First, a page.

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Chrysalis and Another Waye Presents:

By Roberta Angela Dee


Then words shall try
That long preserved virginity,
And into your quaint honor turn to dust,
And into the ashes all my lust.
-- Andrew Marvell

We live in an age where female children are losing their virginity. Little girls, too young to have outgrown playing with dolls, have been sexual abused by incorrigible men.

Our culture is riddled with images and inferences to the sex act. It can almost be said that we are preoccupied with sex, or obsessed with it. Children often do little more than mimic our obsessions.

Growing up, things were different for me. My generation grew out of a different culture, a different time. There was a protocol to sex, and even the most deviant among us recognized that protocol.

Sexually, I was quite timid. More so, because I was a gender-defined girl, deeply ashamed of the part of my body recognized to be male. I was morbidly ashamed of my penis and absence of breasts. It was not until I had reached 25-years of age, that I even considered having sex with a man.

My fantasies about sex consisted of nothing more than walking along the beach, sitting together in the moonlight, holding hands, or kissing on the lips. They were never explicit, nor did they need to be. I was Cinderella amoured by my private image of Prince Charming.

Like most of the girls of my generation, sex was coupled to the idea of being married; and being married was coupled to the idea of a beautiful and elaborate wedding ceremony. To think of sex in any other way would be to deem oneself a whore or a slut.

Fortunately or unfortunately, love has a way of changing or perceptions.

When I met Charles, I fell in love. He was everything I'd imagine Prince Charming to be: tall and muscular with broad shoulders and a broad back, and strong. I was confident that he could protect me and keep me safe from a world that thought being a gender-defined woman was akin to being a pervert. Charles was my king. He was my savior.

Like most women in love, I saw what I wanted to see; and when Charles promised to marry me and pay for a sex change operation, I found myself on the proverbial cloud nine. I floated from day to day, never touching the ground, nor pausing to check in with reality. I was in love!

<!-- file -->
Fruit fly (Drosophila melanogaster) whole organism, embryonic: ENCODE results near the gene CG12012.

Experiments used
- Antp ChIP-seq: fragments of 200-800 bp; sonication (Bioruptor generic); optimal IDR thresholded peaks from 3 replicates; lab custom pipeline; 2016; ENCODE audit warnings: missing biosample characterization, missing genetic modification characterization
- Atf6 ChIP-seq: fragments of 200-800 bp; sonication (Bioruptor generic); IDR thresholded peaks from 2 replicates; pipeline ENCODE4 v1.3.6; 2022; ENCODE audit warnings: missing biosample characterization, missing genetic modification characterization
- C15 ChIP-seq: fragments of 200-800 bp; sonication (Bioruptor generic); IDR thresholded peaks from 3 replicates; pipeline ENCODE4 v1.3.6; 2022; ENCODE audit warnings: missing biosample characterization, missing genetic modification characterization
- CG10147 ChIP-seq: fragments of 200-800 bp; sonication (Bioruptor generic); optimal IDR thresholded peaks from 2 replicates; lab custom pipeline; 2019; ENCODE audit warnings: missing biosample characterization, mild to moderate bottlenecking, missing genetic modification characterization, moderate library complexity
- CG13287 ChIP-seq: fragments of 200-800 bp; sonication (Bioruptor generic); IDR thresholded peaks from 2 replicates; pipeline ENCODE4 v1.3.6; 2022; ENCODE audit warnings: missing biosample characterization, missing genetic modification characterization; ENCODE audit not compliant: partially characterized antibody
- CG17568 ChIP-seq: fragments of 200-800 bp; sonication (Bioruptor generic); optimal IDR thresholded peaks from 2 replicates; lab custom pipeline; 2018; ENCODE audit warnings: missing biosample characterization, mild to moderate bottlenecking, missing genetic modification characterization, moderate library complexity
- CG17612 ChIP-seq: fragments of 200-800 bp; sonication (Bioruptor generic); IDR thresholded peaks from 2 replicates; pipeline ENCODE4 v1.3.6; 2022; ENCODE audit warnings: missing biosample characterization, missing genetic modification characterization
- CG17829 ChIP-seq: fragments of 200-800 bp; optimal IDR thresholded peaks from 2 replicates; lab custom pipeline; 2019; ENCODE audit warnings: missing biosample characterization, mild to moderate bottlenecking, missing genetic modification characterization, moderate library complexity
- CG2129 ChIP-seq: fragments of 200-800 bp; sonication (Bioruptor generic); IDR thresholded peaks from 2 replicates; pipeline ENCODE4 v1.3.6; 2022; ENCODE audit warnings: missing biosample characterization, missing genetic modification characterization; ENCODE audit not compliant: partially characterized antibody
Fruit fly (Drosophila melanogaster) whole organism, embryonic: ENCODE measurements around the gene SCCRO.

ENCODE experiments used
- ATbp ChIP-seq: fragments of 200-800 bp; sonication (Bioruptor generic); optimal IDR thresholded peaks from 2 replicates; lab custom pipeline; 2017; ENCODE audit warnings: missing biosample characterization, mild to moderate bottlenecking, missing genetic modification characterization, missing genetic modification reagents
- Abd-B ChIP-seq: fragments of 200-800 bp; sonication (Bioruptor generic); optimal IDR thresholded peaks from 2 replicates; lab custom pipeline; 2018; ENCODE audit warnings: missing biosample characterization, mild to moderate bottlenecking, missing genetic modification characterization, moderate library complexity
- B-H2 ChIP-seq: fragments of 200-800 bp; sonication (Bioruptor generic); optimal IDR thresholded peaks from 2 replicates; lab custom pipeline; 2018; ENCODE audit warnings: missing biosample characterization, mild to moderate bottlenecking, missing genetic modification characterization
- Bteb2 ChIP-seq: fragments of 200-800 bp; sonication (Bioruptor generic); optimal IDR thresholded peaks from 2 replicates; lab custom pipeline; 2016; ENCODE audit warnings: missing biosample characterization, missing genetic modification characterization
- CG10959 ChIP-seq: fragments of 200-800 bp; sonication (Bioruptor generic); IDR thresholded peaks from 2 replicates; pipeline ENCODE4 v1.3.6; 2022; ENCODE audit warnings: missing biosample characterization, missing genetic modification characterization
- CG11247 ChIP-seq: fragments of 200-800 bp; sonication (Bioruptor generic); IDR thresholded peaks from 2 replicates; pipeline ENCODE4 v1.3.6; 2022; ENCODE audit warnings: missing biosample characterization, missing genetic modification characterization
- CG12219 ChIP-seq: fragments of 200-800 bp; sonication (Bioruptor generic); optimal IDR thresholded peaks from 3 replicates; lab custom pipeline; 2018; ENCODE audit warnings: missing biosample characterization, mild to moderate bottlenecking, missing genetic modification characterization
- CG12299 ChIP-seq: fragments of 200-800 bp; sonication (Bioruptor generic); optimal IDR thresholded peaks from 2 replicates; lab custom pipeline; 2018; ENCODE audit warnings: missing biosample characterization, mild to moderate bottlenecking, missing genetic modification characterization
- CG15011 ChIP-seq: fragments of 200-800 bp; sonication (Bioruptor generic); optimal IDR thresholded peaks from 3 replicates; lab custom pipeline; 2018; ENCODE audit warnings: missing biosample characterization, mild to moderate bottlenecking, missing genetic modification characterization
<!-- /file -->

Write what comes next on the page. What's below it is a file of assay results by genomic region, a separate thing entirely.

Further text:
A woman in love is void of reason. Reason is poison to the man or woman in love.

The evening that I first laid on his bed, I knew I would expose that which I had concealed my entire life. My heart fluttered like the wings of a butterfly, and my stomach seemed to know itself, as I watched him undress -- bold, brazen and as beautiful as the perfected sculpturing of a Greek statue. And there, before me, flaccid yet huge, waited the instrument that would severe my virginity.

When I put my lips to the physical essence of his masculinity, all my past fears disappeared. The moment of truth had arrived and caused the room to spin like a gentle carousel. I felt lust stronger than my most intense hunger, and soon felt myself slipping into a trance. The room and all within the room vanished from my consciousness. There was nothing in the world save my lips and his manhood.

The fluid striking the room of my mouth came like a gift, like a present to be cherished on Christmas or a birthday. I devoured him dutifully, perhaps with the thought that it was some prerequisite to my becoming a bride. Later, after his strength had returned, he performed the task and took from me a girl's first treasure. The event was less than I had fantasized but the joy was in having given this gift to the man I loved most dearly. That joy would later become my deepest disappointment.

Charles convinced me that we could earn the $12,000 dollars need for sex reassignment surgery (SRS), if I were only to perform intimate favors for his friends. I was horrified, then only reluctant. If, after all, there would be a wedding, then my collecting the paltry of $30 dollars from each client would be worth the sacrifice.

The sacrifice, however, was far more than physical. It drained me of my self-respect and self-esteem. I drank profusely and was often on the verge of passing out during the daily encounters that lasted for a year. But at the end of the year, I had earned the money -- all $12,000 dollars of it.

I quickly asked to see the passbook savings book, but Charles hesitated. At my insistence, he eventually told me that the money had been used to pay for his new sports car and to buy expensive gifts for his other girl friends. The realization that I had sacrificed my greatest and most private treasure merely to be humiliated left me feeling as though my entire body had been slammed against a brick wall. I left him, immediately.

Repairing one's confidence and self-esteem, however, can be the most arduous of journeys. I learned, painfully, that sometimes the treasure is of greater value than the gift of it.

The End

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